My brain felt super fuzzy on the drive to the restaurant. I had to concentrate hard on the road to drive. I pulled into the parking lot and got out of my car. My hand was on the doorknob when I finally looked up.

I read the neon sign out loud, “Dry Cleaners.”

Everything from the day before came back to me, and I didn’t even feel shocked anymore.

I just got in my car and drove home. But this time I didn’t look much at the road; instead, I looked at all the surrounding buildings. Before I had noticed that there was more green than gray, and now I saw why. There were very few buildings that lined the side of the road. There were a lot of trees and grass. I finally realized what was missing: all the restaurants and fast-food chains. That’s why no signs were advertising the restaurants.

“No restaurants. No chefs. I have no job,” I said to myself.  I wanted to cry. Not because I did not have a job or was still so hungry but because I was so confused. 

On the way home, I passed a grocery store. It was a different one than the one I had gone into yesterday. I decided to go into it. I did not want to cause a scene this time because I actually needed groceries. I walked silently up and down the aisles, putting stuff in my basket. I felt like I was floating and my feet never actually touched the ground. I had everything I needed, but I continued to just walk around. I was in a very observational mood. I noticed that I never saw anyone who was remotely overweight. Everyone appeared to be rather slim. It wasn’t necessarily the kind of slim people get from going to the gym or running every day. I might have just been thinking this because of my situation, but to me, it looked like no one was actually getting enough food. It was a weird thing to notice, but, for some reason, I did. I put my observations in the back of my mind. I floated to the checkout and paid for my items. I handed the lady my card without looking at the total and left the store with my bags in hand.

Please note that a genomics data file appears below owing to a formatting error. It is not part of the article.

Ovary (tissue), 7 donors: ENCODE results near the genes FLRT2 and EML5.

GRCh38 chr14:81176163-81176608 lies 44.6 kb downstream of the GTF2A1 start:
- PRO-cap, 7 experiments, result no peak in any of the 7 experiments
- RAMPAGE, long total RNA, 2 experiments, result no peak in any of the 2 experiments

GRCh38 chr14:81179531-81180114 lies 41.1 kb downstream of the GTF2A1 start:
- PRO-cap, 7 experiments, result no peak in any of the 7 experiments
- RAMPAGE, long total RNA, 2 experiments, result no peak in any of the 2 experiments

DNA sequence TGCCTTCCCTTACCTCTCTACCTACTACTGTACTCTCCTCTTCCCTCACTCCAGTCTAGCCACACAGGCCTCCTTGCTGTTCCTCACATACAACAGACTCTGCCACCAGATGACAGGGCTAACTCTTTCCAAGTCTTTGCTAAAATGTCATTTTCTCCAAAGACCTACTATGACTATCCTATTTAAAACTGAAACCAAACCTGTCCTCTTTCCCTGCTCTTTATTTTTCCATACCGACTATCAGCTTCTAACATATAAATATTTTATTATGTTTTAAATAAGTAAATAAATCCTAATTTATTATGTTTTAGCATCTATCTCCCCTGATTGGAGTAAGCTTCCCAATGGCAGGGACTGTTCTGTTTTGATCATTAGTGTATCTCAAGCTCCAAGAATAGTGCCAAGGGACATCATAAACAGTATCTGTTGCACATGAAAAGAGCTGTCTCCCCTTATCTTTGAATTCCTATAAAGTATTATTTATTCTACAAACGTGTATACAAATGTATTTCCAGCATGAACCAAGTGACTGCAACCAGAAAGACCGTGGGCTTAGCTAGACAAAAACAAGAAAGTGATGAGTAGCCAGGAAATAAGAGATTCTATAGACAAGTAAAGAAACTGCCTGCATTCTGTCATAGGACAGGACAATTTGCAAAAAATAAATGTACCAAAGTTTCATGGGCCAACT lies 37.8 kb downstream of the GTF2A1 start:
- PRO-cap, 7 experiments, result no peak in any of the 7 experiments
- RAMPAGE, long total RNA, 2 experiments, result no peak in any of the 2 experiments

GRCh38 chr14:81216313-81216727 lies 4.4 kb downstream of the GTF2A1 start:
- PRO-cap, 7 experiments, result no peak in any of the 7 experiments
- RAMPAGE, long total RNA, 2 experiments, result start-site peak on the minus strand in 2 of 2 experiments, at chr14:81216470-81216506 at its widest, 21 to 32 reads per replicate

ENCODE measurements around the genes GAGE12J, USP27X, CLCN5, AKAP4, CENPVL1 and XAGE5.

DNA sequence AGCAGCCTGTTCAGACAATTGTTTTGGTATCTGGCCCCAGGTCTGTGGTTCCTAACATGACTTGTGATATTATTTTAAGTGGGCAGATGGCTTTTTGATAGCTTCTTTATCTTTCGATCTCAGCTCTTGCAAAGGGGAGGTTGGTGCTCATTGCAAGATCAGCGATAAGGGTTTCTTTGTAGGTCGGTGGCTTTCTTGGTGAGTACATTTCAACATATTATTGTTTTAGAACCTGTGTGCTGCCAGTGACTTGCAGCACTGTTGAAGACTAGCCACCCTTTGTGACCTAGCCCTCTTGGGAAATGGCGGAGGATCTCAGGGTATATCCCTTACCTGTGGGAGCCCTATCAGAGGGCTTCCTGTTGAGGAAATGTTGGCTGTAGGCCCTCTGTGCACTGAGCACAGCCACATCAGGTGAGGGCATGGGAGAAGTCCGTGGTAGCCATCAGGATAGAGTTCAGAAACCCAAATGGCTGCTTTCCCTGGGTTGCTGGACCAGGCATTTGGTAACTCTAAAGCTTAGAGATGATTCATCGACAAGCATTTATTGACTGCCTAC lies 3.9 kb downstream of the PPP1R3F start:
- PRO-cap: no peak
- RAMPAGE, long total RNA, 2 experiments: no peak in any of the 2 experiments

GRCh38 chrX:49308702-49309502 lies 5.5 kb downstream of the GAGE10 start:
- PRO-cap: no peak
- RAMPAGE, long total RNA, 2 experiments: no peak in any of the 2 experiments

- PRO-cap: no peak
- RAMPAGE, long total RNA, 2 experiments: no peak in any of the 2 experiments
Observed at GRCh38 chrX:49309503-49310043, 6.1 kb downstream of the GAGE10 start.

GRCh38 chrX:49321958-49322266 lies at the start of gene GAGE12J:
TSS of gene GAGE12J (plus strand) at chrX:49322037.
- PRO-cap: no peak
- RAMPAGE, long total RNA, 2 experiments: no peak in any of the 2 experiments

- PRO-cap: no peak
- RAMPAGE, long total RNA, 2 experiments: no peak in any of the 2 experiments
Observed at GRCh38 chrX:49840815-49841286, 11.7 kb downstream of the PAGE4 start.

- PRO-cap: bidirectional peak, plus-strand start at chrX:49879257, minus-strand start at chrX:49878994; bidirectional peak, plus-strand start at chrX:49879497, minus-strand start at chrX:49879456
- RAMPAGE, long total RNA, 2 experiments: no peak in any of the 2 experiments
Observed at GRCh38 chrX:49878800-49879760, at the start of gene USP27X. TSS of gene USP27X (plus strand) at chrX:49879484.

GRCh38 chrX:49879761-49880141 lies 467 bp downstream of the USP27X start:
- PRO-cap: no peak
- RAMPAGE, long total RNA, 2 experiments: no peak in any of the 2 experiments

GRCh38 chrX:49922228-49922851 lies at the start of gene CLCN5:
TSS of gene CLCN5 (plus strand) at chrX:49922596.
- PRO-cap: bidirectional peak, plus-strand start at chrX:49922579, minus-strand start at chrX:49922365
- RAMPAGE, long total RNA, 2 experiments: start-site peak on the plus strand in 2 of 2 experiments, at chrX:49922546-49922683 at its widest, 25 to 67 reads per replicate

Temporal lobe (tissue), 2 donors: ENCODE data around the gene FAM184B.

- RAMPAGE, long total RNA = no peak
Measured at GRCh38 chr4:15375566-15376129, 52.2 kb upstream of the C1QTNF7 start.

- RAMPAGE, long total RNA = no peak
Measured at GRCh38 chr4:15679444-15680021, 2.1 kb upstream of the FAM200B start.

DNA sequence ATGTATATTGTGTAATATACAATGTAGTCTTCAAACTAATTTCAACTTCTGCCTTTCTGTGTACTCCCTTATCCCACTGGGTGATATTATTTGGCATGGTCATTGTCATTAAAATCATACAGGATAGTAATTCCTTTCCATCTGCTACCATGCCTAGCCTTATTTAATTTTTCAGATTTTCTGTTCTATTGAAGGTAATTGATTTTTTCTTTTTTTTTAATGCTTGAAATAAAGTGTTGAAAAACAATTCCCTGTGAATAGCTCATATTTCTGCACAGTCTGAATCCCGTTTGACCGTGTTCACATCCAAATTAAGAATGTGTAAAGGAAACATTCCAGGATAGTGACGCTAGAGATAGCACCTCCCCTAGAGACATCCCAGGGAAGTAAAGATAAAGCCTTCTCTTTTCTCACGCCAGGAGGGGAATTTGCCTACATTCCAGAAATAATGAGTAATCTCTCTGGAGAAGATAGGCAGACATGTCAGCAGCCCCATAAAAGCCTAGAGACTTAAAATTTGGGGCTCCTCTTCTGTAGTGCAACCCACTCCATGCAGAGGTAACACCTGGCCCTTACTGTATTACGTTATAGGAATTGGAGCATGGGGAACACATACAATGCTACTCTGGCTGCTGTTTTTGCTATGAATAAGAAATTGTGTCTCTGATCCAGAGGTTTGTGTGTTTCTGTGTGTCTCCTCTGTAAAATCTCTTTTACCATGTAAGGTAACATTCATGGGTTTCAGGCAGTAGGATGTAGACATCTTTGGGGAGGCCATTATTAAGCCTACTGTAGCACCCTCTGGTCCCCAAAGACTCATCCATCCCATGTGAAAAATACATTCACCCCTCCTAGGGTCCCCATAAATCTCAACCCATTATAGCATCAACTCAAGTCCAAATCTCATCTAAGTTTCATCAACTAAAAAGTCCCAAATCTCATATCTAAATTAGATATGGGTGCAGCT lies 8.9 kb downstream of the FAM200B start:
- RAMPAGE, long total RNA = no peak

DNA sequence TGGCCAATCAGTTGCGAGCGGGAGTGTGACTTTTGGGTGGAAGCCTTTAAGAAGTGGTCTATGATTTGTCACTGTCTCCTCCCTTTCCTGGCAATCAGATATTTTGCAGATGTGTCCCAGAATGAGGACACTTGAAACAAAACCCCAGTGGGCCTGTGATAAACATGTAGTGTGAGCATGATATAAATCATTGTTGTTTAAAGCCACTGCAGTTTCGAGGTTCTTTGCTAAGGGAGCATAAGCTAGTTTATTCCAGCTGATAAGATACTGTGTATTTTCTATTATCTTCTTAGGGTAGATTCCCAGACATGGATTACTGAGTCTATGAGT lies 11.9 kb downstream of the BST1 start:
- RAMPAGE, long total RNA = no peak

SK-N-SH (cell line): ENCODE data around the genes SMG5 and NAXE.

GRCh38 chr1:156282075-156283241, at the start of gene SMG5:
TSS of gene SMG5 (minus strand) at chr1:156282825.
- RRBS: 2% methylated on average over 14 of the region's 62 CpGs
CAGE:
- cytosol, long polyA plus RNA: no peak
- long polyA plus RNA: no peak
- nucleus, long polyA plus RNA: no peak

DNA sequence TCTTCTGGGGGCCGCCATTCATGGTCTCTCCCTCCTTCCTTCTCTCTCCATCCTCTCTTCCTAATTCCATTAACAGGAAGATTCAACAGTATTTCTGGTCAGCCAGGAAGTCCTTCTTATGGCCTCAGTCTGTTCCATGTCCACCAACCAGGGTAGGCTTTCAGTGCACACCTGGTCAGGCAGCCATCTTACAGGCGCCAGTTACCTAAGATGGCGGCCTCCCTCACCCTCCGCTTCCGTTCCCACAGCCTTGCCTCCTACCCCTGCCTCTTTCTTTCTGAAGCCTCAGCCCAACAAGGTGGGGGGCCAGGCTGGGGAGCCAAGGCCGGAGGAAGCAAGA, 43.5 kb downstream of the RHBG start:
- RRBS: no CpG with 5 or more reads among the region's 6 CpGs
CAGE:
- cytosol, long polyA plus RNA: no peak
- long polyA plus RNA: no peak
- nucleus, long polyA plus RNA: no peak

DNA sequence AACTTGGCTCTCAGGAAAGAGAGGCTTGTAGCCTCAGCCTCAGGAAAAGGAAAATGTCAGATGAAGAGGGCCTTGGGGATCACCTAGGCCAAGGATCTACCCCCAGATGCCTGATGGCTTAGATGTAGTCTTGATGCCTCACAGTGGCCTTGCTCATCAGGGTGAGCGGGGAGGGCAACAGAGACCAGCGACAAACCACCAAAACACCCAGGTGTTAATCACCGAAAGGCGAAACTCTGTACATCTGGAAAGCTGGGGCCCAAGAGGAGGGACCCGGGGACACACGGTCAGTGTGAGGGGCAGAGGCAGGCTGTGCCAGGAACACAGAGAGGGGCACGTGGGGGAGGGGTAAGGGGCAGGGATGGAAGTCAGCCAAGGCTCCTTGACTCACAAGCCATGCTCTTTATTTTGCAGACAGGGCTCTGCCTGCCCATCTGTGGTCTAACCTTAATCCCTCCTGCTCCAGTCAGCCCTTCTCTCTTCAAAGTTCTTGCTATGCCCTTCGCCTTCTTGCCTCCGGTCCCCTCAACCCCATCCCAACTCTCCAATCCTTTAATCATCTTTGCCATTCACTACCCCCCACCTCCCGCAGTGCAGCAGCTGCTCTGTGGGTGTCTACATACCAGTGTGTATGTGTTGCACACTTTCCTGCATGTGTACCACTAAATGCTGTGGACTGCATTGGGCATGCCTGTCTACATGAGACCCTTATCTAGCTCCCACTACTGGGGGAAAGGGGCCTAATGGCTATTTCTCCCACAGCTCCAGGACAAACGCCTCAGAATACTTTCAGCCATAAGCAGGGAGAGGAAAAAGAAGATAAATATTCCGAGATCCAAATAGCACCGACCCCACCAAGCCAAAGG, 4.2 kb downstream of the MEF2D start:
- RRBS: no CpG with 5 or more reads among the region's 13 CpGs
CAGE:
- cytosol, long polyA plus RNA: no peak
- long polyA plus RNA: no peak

I returned to my apartment and unloaded the bags onto my counter. I had gotten chicken broth, canned vegetables, milk, a loaf of bread, wheat cereal, canned chicken, and pasta. I looked at all the items I had, trying to come up with a decent meal I could make out of them. Nothing came to mind. All the items were so basic and could not be used to make more interesting creations. After I had stared at the food for a while, my hunger took over, and I just started cooking. I again felt like I was floating around my kitchen, just chopping up food and dumping it all in a pot. By the end of it, I had made some kind of soup that was the worst I had ever made, but it was better than any of the items would have been separately.